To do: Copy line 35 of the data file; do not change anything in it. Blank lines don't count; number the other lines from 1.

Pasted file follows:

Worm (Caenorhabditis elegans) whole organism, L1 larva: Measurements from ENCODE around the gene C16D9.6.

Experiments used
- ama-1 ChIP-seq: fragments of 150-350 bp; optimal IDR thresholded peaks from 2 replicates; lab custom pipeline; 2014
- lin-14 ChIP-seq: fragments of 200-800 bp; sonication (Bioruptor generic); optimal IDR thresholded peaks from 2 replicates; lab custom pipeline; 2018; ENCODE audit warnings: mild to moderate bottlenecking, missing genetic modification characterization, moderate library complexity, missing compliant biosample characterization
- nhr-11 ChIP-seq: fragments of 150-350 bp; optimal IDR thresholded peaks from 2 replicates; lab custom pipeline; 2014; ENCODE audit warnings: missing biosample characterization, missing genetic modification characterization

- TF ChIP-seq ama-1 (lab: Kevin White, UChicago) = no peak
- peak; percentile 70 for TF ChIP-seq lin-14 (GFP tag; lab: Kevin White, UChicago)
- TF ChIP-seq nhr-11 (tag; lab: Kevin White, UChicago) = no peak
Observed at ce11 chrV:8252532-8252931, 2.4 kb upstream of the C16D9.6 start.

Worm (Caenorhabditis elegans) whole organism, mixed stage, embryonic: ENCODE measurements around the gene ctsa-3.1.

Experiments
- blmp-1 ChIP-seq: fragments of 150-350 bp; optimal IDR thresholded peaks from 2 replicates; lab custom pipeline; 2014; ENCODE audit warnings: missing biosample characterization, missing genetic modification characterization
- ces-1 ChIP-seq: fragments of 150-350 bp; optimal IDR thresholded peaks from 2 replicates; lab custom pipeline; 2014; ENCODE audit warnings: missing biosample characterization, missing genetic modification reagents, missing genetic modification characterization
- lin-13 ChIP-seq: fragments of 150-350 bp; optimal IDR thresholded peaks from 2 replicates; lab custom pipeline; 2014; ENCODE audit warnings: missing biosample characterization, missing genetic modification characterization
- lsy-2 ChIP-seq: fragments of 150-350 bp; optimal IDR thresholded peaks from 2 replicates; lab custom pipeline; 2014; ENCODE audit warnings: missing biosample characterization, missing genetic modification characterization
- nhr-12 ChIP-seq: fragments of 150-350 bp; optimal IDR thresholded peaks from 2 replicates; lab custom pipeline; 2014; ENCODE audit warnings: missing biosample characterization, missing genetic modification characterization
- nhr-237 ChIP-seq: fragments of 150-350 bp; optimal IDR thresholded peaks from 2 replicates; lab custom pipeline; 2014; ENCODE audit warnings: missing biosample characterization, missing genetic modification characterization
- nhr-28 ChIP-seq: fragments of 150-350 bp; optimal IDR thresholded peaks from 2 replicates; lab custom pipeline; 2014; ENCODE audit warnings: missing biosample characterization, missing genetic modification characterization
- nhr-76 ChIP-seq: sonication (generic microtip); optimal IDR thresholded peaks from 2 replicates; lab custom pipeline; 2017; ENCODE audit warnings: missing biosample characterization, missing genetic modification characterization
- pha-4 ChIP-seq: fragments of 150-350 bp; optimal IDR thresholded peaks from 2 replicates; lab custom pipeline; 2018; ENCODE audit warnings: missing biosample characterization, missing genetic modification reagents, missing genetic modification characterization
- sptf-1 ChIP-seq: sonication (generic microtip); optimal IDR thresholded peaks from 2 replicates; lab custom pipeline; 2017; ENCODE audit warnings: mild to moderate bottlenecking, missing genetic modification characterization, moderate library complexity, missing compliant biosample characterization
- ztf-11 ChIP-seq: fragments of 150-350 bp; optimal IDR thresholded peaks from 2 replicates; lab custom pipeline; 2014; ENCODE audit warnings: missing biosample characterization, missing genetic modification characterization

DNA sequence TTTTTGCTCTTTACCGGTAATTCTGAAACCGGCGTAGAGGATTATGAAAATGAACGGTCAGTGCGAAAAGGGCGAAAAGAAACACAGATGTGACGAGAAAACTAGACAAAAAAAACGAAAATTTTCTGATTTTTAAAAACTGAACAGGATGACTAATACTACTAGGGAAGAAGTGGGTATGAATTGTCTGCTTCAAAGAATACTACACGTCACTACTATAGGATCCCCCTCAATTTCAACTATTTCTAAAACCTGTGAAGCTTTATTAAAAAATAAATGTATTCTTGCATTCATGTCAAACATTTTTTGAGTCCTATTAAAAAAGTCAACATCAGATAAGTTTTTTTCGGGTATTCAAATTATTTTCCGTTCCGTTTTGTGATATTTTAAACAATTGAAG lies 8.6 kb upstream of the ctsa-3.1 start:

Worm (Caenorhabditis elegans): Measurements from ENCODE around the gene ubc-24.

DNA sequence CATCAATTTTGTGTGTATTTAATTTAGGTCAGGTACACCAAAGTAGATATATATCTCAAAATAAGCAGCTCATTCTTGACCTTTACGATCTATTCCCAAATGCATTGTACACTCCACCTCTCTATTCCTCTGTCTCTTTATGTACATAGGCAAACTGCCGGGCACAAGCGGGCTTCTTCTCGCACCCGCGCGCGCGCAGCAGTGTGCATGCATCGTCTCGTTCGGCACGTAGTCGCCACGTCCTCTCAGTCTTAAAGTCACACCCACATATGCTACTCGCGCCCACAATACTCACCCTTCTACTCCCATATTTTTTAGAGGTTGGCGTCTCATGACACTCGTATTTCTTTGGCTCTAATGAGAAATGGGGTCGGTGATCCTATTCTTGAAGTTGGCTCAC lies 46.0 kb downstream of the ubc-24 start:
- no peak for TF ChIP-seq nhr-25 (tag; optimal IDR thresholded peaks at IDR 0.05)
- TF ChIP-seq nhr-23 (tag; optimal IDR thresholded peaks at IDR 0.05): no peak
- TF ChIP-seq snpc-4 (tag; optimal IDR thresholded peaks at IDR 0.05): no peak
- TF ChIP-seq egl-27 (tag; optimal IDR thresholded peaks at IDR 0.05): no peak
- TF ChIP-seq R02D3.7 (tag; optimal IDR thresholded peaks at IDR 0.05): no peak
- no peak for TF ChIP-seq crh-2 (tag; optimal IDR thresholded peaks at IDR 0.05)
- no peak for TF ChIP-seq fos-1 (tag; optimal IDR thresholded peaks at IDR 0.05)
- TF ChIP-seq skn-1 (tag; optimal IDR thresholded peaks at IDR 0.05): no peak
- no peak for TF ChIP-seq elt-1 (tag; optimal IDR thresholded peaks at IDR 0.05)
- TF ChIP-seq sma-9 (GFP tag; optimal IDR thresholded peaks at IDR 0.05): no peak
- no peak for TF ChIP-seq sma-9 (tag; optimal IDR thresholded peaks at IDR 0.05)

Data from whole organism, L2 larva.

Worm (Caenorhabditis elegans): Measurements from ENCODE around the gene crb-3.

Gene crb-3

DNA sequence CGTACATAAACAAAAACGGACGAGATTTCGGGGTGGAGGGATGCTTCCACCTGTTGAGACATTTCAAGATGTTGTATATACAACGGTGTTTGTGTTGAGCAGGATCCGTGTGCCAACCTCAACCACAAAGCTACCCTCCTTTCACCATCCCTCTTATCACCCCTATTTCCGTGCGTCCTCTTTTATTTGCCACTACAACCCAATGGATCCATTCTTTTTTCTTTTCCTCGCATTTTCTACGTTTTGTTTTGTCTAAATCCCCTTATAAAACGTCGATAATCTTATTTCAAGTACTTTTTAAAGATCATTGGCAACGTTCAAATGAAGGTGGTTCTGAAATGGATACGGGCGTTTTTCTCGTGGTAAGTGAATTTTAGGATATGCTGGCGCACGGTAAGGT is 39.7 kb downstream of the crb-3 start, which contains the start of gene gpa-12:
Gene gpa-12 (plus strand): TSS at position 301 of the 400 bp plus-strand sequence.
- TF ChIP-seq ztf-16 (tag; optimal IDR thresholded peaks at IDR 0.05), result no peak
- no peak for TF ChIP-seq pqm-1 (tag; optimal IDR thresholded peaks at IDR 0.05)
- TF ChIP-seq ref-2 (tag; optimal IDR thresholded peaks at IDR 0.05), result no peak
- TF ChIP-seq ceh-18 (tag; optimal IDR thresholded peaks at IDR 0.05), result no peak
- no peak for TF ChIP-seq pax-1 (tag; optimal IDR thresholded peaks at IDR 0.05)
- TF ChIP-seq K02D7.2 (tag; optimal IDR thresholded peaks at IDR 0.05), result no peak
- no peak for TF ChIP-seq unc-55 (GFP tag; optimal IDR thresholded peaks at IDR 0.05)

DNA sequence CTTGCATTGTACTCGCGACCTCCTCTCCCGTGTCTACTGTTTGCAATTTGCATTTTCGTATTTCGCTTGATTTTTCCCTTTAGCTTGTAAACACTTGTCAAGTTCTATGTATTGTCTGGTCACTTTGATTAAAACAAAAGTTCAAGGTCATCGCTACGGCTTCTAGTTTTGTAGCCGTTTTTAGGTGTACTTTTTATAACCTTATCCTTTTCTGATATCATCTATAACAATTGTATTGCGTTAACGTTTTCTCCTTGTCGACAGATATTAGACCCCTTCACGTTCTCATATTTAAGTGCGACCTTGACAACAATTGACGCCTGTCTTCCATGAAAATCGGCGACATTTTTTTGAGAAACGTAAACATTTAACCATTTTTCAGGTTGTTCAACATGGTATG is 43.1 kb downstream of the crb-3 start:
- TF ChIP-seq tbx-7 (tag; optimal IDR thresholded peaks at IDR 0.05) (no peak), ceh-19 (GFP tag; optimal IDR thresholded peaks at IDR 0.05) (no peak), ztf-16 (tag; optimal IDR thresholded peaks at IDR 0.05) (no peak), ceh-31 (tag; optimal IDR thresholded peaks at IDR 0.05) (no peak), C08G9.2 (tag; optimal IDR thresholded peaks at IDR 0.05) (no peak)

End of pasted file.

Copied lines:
- TF ChIP-seq sma-9 (GFP tag; optimal IDR thresholded peaks at IDR 0.05): no peak